The story of Fluoropolymers began on April 6, 1938, at DuPont's Jackson Laboratory in New Jersey. Dr. Roy J. Plunkett’s first assignment at DuPont was researching new chlorofluorocarbon refrigerants. Plunkett had produced 100 pounds of tetrafluoroethylene gas (TFE) and stored it in small cylinders at very low temperatures preparatory to chlorinating it. When he and his helper prepared a cylinder for use, none of the gas came out—yet the cylinder weighed the same as before. They opened it and found a white powder, which Plunkett had the presence of mind to characterise. He found the substance to be heat resistant and chemically inert and to have very low surface friction.

PTFE is inert to virtually all chemicals and is considered the most slippery material in existence. These properties have made it one of the most valuable and versatile materials ever invented, contributing to significant advancement in areas such as aerospace, communications, electronics, industrial processes and architecture.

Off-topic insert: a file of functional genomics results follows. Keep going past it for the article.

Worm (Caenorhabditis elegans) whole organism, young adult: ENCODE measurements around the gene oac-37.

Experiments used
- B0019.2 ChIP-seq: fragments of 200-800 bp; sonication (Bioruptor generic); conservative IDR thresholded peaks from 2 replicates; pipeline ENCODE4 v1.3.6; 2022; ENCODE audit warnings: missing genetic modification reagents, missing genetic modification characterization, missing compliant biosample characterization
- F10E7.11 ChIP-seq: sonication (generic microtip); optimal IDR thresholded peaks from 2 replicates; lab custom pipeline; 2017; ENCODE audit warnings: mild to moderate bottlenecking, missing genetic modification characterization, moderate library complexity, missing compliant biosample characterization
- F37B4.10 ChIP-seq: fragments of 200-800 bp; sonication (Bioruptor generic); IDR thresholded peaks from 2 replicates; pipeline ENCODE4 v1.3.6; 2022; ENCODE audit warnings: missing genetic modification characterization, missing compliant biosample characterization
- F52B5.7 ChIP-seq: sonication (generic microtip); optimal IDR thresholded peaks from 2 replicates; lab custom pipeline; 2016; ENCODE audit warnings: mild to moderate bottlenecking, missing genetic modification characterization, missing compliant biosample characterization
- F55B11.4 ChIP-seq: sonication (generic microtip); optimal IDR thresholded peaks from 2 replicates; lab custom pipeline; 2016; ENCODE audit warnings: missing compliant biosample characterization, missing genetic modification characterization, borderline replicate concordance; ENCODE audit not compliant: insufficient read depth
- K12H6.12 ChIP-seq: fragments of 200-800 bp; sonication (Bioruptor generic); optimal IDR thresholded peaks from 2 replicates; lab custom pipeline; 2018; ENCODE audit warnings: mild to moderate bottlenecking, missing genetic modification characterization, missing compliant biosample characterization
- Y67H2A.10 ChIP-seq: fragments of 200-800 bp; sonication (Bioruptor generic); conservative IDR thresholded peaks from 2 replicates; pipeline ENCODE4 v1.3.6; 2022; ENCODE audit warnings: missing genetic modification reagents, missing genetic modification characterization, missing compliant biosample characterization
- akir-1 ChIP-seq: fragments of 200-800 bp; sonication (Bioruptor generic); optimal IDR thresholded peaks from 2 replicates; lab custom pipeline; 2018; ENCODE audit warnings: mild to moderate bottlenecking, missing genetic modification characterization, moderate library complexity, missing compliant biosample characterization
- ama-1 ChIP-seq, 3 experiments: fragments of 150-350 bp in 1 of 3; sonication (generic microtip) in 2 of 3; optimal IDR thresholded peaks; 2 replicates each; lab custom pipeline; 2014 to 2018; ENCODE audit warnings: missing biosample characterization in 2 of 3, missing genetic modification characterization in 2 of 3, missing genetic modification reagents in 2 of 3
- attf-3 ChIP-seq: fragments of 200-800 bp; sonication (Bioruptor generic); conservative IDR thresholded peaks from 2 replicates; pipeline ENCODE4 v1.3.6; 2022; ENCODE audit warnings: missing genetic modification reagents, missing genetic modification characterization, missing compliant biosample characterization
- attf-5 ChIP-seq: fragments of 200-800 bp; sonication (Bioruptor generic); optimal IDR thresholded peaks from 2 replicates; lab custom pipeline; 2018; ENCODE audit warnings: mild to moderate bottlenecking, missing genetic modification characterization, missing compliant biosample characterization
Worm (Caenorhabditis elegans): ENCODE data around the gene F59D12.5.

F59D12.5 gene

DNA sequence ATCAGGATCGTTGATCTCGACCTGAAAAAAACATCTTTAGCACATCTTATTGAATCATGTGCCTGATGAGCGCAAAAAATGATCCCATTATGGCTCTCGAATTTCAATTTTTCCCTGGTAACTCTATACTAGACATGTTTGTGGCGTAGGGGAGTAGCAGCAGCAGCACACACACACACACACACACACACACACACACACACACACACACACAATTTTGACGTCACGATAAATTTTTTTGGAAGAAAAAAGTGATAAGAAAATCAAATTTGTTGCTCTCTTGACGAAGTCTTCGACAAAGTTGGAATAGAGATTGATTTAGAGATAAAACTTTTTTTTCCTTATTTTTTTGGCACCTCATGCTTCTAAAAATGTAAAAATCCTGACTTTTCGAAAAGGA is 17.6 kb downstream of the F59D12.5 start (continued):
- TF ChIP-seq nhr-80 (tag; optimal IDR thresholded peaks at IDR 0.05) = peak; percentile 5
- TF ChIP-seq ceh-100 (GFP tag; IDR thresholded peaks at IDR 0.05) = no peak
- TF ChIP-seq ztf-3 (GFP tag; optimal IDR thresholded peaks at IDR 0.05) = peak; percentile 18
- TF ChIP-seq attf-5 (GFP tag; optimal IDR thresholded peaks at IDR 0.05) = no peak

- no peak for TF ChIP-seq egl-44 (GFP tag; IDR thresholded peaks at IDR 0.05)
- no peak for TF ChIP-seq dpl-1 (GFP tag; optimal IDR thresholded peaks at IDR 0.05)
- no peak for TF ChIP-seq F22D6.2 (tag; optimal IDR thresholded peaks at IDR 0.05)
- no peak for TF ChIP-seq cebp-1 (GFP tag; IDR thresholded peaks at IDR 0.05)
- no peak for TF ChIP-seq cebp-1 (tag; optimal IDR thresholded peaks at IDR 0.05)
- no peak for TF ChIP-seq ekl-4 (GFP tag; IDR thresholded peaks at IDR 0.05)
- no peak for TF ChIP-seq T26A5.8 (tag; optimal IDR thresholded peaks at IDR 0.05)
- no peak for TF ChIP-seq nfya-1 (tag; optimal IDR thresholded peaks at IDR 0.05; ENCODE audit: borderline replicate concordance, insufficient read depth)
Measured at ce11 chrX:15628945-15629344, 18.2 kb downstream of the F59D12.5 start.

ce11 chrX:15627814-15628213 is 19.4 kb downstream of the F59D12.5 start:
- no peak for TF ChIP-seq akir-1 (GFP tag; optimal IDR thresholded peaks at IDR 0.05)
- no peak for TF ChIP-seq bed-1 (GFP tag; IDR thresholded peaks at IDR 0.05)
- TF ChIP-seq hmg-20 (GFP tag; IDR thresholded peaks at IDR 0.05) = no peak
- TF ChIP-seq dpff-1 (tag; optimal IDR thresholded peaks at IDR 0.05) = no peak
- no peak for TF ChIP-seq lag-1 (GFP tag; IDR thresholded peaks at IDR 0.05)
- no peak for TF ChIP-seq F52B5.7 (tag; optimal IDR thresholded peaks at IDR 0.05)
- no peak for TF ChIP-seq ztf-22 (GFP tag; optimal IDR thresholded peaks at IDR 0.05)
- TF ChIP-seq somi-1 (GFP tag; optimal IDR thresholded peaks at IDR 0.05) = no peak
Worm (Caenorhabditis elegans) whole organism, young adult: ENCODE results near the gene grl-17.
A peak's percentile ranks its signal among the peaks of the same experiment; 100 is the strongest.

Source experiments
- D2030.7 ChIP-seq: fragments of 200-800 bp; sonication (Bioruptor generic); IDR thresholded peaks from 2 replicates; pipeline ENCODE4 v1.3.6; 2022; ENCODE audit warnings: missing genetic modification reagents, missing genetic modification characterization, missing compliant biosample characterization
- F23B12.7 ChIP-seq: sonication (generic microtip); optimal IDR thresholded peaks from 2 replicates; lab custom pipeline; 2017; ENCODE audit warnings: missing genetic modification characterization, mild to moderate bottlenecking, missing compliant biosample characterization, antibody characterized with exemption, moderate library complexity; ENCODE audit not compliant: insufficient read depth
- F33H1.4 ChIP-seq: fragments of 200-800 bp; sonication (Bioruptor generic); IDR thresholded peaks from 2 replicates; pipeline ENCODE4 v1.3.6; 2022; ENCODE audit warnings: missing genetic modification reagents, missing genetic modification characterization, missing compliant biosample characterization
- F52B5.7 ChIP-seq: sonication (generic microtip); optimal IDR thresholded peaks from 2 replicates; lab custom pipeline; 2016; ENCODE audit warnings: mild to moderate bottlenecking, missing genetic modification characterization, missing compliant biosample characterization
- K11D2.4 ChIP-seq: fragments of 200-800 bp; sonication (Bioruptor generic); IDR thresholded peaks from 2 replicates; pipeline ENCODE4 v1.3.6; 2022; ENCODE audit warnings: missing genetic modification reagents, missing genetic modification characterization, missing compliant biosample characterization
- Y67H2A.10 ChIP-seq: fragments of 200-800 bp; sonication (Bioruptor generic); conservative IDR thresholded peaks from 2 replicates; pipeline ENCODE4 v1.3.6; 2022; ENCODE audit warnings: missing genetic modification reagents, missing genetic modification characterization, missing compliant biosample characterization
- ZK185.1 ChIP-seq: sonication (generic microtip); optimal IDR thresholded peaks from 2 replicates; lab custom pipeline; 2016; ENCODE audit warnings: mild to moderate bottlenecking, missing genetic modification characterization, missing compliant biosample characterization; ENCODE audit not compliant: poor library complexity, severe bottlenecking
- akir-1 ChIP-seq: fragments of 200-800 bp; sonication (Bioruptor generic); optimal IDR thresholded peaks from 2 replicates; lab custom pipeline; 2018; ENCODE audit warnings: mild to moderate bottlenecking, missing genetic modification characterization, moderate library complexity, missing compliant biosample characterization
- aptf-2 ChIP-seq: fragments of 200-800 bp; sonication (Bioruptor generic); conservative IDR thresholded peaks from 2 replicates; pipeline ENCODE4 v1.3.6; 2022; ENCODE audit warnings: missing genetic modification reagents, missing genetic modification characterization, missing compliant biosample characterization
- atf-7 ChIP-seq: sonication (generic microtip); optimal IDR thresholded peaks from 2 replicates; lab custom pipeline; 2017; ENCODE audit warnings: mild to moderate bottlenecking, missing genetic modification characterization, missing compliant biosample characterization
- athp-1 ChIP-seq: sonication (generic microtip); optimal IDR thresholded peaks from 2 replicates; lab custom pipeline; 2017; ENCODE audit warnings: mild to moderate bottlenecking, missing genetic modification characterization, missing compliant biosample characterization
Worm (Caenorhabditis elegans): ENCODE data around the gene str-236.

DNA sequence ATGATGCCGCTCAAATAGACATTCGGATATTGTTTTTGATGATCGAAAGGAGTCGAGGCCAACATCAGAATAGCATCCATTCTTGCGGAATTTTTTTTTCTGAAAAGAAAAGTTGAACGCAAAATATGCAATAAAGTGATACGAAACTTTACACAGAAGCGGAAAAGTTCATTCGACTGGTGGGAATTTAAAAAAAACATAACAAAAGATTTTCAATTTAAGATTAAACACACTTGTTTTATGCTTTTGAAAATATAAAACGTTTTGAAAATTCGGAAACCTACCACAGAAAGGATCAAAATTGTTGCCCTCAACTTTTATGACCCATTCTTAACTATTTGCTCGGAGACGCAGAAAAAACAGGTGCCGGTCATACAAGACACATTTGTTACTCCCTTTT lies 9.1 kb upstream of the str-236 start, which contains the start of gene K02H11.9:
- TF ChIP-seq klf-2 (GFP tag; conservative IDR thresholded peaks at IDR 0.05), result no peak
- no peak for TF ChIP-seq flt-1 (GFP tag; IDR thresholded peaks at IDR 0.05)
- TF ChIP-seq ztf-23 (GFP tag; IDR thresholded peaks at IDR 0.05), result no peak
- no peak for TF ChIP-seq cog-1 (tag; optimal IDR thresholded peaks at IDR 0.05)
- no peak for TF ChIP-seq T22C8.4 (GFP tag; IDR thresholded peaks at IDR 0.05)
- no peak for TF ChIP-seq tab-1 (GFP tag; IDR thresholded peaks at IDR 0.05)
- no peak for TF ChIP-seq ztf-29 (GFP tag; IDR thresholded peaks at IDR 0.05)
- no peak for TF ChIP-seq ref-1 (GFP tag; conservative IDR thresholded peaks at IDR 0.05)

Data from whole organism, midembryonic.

PTFE has become recognised worldwide for the superior non-stick properties associated with its use as a coating on cookware and as a soil and stain repellent for fabrics and textile products.

Following the discovery of PTFE a large family of other fluoropolymers has been developed. The introduction of the combination of fluorinated or non fluorinated monomers allowed the industry to design a large number of different polymers with a wide range of processing and use temperatures.
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